Simply put, it’s a lot harder to hide a body in the densely packed city that’s home to tiny apartments and some of the most densely populated neighborhoods in the world.
Someone trying to dispose of a body in rural Australia, Canada or the United States has “a very good chance of getting away with it,” Beh said, thanks to the large space and open space.
Not so in Hong Kong.
“These are essentially people who are trying to get away with a crime but can’t,” Beh said.
A killer in Hong Kong will most likely live yards from dozens of people who might spot him trying to dispose of a body – prompted some to dissect victims into smaller pieces for disposal.
“Most people live in apartment blocks on top of each other. We don’t have people with houses and yards where you can go out and dig a hole and try to bury a body,” Beh said. “One is never really alone; your neighbors are above you, below you, next to you. Anything out of the ordinary will draw attention.”
Broadhurst agreed, pointing out that in apartment buildings a killer might have to climb into an elevator shared by more than 100 households just to get outside.
Several previous cases have involved killers who boiled or boiled body parts – details that have horrified the public and were likely fueled by unfounded rumors of cases like the 1985 “pork bun murders” in neighboring Macau. A man killed a family of 10, including the owners of a restaurant, and — like the urban legend (and the movie that inspired them) — allegedly served them in buns.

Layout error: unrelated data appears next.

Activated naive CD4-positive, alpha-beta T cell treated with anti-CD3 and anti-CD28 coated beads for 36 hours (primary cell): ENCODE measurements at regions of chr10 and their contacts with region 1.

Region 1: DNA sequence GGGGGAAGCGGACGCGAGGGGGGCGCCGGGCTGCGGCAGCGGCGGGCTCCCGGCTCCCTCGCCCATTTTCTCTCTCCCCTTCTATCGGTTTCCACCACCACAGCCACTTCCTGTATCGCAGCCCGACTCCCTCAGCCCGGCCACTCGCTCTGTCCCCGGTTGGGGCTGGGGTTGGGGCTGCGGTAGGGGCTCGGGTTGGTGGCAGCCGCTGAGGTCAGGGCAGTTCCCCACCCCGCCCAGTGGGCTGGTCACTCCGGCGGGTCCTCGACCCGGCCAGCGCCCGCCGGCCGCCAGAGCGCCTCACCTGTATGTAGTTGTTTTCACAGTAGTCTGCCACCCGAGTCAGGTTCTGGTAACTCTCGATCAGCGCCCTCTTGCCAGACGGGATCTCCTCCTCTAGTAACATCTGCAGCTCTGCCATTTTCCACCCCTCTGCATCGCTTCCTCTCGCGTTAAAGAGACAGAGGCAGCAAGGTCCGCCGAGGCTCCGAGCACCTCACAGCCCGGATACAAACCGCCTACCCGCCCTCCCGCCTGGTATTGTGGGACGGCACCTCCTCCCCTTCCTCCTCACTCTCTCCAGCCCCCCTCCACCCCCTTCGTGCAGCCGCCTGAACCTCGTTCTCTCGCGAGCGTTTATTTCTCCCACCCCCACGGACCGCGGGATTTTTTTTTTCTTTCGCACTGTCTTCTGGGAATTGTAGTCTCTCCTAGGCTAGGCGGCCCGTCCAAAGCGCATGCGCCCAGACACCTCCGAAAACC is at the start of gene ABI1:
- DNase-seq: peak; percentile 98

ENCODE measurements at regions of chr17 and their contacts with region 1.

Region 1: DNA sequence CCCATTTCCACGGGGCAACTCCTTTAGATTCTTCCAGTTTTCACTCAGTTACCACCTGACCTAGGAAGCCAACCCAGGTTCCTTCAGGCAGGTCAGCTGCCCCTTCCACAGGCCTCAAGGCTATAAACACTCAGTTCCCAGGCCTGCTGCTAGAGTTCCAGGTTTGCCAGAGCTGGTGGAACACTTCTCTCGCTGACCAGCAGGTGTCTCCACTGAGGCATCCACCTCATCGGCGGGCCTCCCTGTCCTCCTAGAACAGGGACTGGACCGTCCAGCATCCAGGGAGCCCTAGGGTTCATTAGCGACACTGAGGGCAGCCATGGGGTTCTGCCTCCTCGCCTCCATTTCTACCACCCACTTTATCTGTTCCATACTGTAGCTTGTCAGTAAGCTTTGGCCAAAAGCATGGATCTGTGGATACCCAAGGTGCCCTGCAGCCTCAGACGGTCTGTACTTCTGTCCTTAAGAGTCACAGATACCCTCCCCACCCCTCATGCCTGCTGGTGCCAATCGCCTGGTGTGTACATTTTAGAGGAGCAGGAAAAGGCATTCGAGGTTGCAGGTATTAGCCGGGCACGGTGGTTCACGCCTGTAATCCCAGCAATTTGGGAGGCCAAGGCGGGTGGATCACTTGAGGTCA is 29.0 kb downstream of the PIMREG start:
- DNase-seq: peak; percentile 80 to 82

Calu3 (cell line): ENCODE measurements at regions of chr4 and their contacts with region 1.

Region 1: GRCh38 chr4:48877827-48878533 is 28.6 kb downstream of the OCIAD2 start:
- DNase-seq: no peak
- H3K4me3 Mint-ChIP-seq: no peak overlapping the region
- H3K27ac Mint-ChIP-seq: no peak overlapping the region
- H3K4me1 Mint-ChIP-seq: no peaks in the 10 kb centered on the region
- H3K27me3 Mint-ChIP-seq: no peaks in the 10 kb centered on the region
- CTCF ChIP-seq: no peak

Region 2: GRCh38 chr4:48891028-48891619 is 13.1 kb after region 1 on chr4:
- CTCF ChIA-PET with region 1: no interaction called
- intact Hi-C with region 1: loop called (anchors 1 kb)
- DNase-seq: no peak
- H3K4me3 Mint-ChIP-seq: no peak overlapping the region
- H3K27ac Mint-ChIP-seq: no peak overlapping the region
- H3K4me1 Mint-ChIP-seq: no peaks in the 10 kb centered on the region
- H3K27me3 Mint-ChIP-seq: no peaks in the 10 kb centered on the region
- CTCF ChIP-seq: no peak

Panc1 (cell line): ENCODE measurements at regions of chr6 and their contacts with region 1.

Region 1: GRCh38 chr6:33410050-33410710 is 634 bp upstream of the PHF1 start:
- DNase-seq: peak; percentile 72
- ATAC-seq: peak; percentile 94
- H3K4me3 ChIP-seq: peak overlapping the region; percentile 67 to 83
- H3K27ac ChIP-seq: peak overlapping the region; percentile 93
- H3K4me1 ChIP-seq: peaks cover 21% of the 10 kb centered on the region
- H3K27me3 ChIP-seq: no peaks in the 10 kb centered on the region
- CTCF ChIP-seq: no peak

But the explanation is much more mundane in most cases, Beh said.
In Hong Kong’s subtropical, humid climate, “the smell of the body attracts attention very quickly,” he said — so some killers may try to remove the smell by cooking dismembered parts.
Why these killers didn’t use methods common in other countries — keeping bodies in the freezer and throwing them into the water late at night — poses another problem with Hong Kong’s density.
In the notoriously expensive housing market, apartments are usually too small and cramped for large furniture or kitchen appliances.
“Very few people have large refrigerators in their homes,” Beh said. “Even fewer have freezers. You can’t even keep the body if you wanted to.”
He added that the same scarcity applies to cars – and with it the same difficulty in transporting a corpse discreetly.
Few residents own vehicles because buildings with parking facilities are very expensive — a parking lot sold for almost $1 million in 2019, a record — and the city already has an extensive, efficient public transportation system.
These combined factors could explain various cases over the years where killers used bizarre, grotesque methods to handle their victims’ bodies – like the woman murdered by her husband in 2018 and her body kept in a suitcase, or the 28-year-old man whose body was found in a cement block in 2016.
“We live in a place where when you’ve killed someone, your next very pressing question is, what do you do with the body?” Beh said.
“There are very few options.”